Orphan Well Stimulus Would Employ Displaced Workers
As Congress eyes additional measures to stimulate the U.S. economy, three members of New Mexico’s congressional delegation this week called for a new fund to clean up orphan oil and gas wells that they contend would employ thousands of laid-off oil and gas workers.
U.S. Sen. Martin Heinrich and U.S. Reps. Ben Ray Lujan and Xochitl Torres Small – all Democrats – in a written statement noted that a new fund would enable states, tribes and federal land management agencies to plug orphan wells and restore affected lands and waters while creating jobs.
“Orphan wells are idle wells for which the operator is unknown or insolvent,” Heinrich stated. “In New Mexico alone, there are over 700 documented orphan oil and gas wells, and as many as 60,000 nationwide. Congress should respond to this challenge with strong funding for states and tribes to address the current backlog of these orphan wells, put thousands back to work plugging them and restoring the land, and protect groundwater and curb hazardous emissions and greenhouse gases.”
Heinrich, Lujan and Small on Monday participated in a House Natural Resources Committee virtual forum on the topic that included state officials from New Mexico and North Dakota as well as representatives of Resources for the Future and the Western Organization of Resource Councils.
According to a recent Interstate Oil and Gas Compact Commission (IOGCC) report, there were nearly 57,000 documented orphan wells in 25 states in 2018. The study also found that states spent slightly more than $45 million plugging 2,372 orphan wells that year. IOGCC Projects Manager Amy M. Childers told Rigzone that state and federal officials are considering various ways to keep oil and gas crews working during the current crisis and the ensuing recovery.
“Providing funds to states for plugging orphan wells would support this effort while also serving to protect the environment,” Childers said. “IOGCC has offered its recent report on idle and orphan wells and other information on state orphan well plugging programs to support the analysis of stimulus options.”
Oversight of orphan well programs is state-specific and depends on local regulatory programs, American Petroleum Institute (API) Vice President for Upstream Policy and Industry Operations Lem Smith told Rigzone. He said that local regulations include requirements for wells to remain idle and prioritizations for plugging known orphaned wells.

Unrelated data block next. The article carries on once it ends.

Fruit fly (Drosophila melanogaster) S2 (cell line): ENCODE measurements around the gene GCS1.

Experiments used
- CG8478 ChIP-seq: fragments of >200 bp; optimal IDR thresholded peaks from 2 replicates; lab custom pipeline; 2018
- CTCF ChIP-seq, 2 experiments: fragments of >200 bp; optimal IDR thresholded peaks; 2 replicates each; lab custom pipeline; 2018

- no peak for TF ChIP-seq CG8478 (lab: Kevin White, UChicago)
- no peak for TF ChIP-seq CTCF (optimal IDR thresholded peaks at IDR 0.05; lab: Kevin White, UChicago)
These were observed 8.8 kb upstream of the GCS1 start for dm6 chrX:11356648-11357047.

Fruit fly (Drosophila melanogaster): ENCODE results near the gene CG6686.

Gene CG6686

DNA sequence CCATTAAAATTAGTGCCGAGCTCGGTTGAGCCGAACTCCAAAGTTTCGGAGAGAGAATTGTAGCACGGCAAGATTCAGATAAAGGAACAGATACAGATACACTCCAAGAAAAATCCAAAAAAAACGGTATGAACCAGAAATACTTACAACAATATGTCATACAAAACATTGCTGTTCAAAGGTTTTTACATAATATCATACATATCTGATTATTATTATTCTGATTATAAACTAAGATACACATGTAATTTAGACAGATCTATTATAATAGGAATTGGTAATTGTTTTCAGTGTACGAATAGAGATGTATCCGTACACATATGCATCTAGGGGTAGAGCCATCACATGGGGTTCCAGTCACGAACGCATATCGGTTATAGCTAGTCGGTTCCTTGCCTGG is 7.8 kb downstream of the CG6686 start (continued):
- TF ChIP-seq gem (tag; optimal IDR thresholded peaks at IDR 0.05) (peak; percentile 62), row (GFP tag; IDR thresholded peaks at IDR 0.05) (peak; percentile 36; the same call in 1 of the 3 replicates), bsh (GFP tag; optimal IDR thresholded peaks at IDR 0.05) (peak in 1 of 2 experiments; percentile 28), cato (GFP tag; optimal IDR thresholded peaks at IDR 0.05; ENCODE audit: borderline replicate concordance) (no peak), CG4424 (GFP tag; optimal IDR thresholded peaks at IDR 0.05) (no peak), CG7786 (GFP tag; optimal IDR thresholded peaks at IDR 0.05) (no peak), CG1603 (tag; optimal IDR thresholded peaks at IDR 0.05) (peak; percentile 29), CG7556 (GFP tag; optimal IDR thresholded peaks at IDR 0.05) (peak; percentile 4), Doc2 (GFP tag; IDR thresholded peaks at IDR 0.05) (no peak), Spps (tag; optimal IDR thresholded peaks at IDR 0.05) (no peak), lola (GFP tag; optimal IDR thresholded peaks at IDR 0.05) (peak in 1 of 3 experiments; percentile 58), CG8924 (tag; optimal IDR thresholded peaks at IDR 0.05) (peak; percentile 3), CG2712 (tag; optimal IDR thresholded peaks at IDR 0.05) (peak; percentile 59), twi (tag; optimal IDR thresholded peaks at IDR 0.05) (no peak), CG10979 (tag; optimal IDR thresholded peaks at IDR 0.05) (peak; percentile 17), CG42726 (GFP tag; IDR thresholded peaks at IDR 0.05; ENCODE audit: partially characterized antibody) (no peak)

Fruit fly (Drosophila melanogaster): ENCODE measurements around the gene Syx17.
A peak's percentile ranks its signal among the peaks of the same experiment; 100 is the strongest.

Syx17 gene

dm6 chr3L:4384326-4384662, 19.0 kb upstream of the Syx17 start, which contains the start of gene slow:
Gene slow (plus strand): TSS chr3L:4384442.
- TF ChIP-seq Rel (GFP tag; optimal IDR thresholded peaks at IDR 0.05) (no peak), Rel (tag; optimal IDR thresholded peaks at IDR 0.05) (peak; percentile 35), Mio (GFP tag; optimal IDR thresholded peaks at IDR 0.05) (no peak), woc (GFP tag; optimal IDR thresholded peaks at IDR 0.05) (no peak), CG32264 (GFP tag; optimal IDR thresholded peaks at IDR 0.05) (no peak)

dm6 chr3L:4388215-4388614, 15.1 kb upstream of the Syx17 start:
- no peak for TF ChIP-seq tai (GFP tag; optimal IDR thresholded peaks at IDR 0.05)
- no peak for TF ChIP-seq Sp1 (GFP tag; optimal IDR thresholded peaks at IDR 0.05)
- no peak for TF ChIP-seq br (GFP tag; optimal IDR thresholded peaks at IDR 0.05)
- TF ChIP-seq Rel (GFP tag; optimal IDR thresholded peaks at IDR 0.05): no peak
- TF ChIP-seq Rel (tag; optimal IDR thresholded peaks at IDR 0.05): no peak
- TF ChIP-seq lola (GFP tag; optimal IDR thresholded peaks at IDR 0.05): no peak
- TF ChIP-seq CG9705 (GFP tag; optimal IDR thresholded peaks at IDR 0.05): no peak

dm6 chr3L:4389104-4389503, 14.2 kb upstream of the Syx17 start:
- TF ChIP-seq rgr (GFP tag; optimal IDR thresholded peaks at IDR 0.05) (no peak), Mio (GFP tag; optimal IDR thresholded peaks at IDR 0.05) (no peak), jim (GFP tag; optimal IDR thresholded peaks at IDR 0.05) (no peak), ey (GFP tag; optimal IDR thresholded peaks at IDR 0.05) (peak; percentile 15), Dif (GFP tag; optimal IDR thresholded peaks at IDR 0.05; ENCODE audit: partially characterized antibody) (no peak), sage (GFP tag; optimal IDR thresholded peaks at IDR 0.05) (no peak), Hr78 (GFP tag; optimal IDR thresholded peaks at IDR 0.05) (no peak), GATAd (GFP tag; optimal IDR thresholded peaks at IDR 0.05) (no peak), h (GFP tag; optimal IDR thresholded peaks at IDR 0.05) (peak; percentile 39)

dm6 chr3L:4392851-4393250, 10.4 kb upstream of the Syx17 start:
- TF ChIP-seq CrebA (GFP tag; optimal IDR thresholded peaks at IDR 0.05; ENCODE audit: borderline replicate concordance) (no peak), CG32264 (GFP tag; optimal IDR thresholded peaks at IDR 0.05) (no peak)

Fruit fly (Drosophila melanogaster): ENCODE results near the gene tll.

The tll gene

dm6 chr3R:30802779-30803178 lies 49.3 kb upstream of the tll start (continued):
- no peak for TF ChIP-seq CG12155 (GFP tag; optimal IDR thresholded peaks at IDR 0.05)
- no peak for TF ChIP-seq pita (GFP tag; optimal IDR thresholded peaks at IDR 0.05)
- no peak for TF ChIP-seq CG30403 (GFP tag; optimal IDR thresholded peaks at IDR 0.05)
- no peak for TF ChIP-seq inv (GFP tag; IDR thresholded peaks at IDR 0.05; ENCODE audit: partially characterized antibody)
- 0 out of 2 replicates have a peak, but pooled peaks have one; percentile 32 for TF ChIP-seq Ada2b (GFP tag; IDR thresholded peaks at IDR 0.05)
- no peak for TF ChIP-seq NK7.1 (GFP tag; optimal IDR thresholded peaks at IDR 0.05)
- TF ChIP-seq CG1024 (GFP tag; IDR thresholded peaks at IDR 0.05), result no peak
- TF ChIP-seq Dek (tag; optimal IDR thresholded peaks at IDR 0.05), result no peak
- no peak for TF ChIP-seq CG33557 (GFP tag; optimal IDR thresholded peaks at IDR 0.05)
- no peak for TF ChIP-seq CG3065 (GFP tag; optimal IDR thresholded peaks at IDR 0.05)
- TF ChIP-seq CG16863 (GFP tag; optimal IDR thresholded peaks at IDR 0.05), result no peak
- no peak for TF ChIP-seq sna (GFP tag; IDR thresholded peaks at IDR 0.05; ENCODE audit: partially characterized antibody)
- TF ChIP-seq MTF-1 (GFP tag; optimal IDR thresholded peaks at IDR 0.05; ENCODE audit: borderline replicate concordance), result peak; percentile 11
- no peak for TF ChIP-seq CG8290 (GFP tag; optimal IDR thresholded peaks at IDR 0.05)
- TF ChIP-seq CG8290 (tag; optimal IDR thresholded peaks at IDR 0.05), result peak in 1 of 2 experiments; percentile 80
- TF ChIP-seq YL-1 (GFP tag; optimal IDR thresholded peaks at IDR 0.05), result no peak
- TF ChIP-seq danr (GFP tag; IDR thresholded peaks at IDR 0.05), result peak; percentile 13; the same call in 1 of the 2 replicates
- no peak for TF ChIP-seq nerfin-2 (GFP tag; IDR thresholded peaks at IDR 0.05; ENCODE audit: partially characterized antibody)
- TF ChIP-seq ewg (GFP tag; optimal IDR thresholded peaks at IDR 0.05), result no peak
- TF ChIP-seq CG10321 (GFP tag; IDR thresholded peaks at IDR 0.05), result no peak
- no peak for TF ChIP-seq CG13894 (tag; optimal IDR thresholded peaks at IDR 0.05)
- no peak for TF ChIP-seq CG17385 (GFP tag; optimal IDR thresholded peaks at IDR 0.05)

“Most states have established funding mechanisms that are dedicated to plugging orphan wells, mostly supported by the natural gas and oil industry taxes and fees,” Smith said.
Smith added that the U.S. Bureau of Land Management (BLM) can claw back to previous operators to plug and abandon wells on federal lands – even if those wells were sold to other parties years ago.
“Existing federal regulations require that companies are under obligation for the full cost of plugging and abandoning wells and reclaiming well sites and are not released from liability until BLM has determined they have properly done so,” he continued. “These actions are also subject to regulation by the jurisdiction in which the wells are located and numerous related topics such as safe conduct of drilling operations, standards for equipment and materials used during drilling and completion are addressed by industry standards and recommended practices.”
Smith pointed out the following API standards documents address the practice of abandoning wells:
- API 51R, Environmental Protection for Onshore Oil and Gas Production Operations and Leases (first edition, July 2009; reaffirmed Dec. 2015)
- API Bulletin E3, Wellbore Plugging and Abandonment Practices (second edition, April 2018)
- API Standard 65-2, Isolating Potential Flow Zones During Well Construction (second edition, Dec. 2010).
The above list is not exhaustive. Industry players also work with the Groundwater Protection Council (GWPC) and state regulators on various environmental protection measures. This 2017 GWPC document is a case in point.
An executive with the Independent Petroleum Association of America (IPAA), an upstream trade association, told Rigzone the issue of orphan wells has been a longstanding concern of the organization and its member companies.
“IPAA believes that it would be useful to have a sound orphan well program to help the drilling industry maintain employment through these tough times,” said IPAA Executive Vice President Lee Fuller. “It should be a program operated by the states because they have the skills to be able to run it. And, it should be endorsed by the IOGCC which is comprised of the oil-producing states.”
Fuller added that IPAA encourages congressional leaders to continue exploring the idea of a federally funded orphan well program and a workable solution to address the matter.
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